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Rod Harrison (UKIP)

By Cornish Guardian  |  Posted: August 28, 2013

Rod Harrison - UKIP

Rod Harrison - UKIP

Comments (14)

I HAVE lived and worked in Wadebridge for close on 40 years, first as a dairy herdsman then for many years doing a milk round in the town and surrounding area.

This brought me into contact with a large variety of people, which I always enjoyed.

I found out that serving the public is a sheer joy but occasionally a real challenge.

I am an outdoor man who loves Cornwall and is keen to see its beauty preserved with a thriving farming industry which produces food rather than electricity.

I am a family man, married to Gill, a retired community midwife, and we have one married daughter, Amy, and grandson, Evan, who live nearby.

Gill and I, through our work and church life, know what serving people is all about.

I have been a Methodist local preacher since 1991 and since retiring I enjoy my family, home and garden, work with the Gideons and part of the Cornwall NHS chaplaincy team, working on the hospital wards.

Another important aspect of my life is being on the committee of the local UKIP branch.

I am aware that, if elected, my job as a Cornwall councillor will be to serve, not only the local community, but to be involved in decisions that affect the whole county.

A council exists to serve, and I am ready to play His part.

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14 comments

  • Mi55y  |  August 29 2013, 2:11PM

    Apologies my comment appears twice. First time it disappeared after 5 minutes so I re-wrote it. Of course, now both are there and I don't know how to delete it. Sorry.

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  • Mi55y  |  August 29 2013, 2:08PM

    As a supporter and follower of Rod's campaign, I would like it known there is a mistake on the report above. The last line should NOT say 'I am ready to play His part' it should say 'I am ready to play my part'. Two very different things obviously as it sounds like he is referring to God. Rod might be a local preacher, but him standing for election has nothing to do with his religious beliefs - he believes in UKIP and is passionate about the Cornish community. Goodness knows how this happened and I will refrain from making accusations, but hopefully this appalling mistake will be rectified online at least, ASAP.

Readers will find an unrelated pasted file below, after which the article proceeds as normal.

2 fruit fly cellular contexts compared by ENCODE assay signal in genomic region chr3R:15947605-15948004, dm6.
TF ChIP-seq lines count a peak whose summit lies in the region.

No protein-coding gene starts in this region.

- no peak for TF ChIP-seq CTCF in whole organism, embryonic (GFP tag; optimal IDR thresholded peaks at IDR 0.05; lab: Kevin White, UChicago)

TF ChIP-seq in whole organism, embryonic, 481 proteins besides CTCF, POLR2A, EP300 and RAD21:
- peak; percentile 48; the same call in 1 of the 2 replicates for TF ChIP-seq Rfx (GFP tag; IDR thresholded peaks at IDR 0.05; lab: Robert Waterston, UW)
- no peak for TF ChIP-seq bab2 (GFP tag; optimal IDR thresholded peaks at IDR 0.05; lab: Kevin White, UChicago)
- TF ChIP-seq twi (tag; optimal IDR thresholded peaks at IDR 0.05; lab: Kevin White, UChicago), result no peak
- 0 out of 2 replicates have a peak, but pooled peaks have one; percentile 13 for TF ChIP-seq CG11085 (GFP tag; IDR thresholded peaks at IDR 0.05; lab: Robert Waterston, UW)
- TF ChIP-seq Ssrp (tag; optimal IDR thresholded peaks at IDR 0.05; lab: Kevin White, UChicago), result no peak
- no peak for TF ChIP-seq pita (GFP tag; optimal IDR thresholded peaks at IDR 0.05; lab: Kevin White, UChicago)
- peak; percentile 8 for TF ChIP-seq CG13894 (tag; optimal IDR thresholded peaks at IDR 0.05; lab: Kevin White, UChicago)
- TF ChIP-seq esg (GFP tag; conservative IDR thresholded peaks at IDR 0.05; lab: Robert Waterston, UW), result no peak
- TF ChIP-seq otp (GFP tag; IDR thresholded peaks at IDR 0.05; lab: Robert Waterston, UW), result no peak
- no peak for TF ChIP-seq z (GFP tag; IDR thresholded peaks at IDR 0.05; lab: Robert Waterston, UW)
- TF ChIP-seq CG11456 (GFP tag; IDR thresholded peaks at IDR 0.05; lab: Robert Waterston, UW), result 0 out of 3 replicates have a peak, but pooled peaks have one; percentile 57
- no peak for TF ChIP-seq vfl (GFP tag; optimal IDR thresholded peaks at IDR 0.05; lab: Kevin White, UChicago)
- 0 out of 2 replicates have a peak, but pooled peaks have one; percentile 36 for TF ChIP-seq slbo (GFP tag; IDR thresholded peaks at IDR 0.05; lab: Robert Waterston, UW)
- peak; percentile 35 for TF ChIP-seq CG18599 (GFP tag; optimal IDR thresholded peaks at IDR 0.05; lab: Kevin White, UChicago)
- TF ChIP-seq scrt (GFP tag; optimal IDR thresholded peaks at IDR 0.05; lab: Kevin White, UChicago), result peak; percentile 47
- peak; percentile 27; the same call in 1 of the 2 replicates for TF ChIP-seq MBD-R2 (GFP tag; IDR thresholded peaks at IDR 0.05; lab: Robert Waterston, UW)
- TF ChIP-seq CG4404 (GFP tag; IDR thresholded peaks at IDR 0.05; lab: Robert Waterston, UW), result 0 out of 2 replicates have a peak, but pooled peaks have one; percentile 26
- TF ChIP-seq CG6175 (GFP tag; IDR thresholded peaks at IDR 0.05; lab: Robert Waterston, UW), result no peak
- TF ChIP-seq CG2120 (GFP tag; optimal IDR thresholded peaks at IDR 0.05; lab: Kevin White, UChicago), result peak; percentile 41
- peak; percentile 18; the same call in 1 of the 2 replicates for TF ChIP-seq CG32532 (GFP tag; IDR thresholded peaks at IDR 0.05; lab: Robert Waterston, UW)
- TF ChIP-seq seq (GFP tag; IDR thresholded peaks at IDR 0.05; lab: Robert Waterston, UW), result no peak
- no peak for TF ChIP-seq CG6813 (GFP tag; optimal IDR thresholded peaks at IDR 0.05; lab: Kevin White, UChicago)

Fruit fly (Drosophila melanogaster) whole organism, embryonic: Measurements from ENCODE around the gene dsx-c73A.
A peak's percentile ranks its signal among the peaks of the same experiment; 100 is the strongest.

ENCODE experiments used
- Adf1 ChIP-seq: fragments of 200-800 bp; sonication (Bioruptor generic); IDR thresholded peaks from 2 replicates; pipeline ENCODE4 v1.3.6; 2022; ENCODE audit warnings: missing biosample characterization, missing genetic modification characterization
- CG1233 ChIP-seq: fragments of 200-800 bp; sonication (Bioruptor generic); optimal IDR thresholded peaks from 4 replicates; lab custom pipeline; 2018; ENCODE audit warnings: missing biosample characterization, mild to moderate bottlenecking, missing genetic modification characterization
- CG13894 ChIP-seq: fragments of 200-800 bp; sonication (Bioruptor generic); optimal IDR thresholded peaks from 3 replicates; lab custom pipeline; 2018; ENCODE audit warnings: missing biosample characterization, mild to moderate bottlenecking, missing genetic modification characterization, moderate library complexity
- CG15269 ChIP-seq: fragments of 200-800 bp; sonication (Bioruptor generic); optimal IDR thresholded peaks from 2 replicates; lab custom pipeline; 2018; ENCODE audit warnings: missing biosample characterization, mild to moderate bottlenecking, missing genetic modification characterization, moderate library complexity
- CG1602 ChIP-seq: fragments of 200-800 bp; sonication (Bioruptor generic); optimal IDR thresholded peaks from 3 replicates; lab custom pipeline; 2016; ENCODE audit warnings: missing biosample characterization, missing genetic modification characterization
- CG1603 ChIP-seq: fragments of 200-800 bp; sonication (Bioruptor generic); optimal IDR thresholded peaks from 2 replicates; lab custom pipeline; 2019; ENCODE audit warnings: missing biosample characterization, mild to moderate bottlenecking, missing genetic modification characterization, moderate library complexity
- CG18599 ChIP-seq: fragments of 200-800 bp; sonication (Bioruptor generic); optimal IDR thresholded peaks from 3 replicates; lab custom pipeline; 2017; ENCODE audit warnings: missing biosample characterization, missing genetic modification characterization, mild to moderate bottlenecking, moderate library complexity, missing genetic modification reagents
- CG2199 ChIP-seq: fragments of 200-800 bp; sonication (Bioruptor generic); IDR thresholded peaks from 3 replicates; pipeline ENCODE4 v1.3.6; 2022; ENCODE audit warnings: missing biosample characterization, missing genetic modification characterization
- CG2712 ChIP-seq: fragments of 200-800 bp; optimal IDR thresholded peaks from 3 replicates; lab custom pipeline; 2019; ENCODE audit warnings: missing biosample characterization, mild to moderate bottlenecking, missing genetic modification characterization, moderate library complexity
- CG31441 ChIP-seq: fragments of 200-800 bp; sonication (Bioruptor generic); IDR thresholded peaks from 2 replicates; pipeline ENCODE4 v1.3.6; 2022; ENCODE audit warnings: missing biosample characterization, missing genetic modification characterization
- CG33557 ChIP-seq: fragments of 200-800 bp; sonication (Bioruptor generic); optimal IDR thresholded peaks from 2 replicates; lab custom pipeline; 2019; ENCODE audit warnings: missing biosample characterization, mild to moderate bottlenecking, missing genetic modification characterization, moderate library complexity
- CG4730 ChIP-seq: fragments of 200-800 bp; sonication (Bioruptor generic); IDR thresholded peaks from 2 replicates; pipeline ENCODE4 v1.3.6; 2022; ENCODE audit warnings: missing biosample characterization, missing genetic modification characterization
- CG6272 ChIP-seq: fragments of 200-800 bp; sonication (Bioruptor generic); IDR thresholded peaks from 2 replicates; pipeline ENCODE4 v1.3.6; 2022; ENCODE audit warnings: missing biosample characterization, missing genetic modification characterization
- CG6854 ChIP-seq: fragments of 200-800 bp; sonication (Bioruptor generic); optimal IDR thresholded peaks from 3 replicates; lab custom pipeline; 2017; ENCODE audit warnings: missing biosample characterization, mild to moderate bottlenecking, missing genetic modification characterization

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  • Mi55y  |  August 29 2013, 1:58PM

    As a supporter and follower of Rod's campaign I would like it known that there is an error in his report above. It should not say on the final line 'I am ready to play His part'. That makes it sound like he is referring to God. It was meant to say 'I am ready to play my part'. Goodness knows how this happened and I will refrain from making accusations, but as it makes him sound like he is standing due a calling from God I would like it known this is NOT true and he is standing because he believes in UKIP and is passionate about the Wadebridge community. Yes - he is a local preacher but his religious beliefs are not in anyway part of his campaign. Hopefully, the Cornish Guardian will rectify this mistake online at least, ASAP - although it hasn't happened yet!

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  • miniman1  |  August 28 2013, 9:47PM

    Sounds like typical Labour- vote for one thing and get something completely different

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  • emurfitt  |  August 28 2013, 9:32PM

    Miniman1. As long ago as 1955, Labour MP Herbert Morrison said that if Britain joined the Common Market (as it was called then) it would be "the end of Britain as an independent European state... the end of a thousand years of history" (he should have said 'watershed'). We didn't join until 1973. In 1975 the UK voted to remain a member in a referendum. At the time of the referendum, it was obvious how things would develop. Post-Empire Britain needed a new role and without it we would now be nothing in a world of big players like the US, Russia, China etc. It is a nonsense for people to say they didn't know the Common Market would go on to bigger things. It was staring them in the face. People were telling them. If voters really are so incapable of understanding the issues and weighing up the arguments, a second referendum now would be meaningless.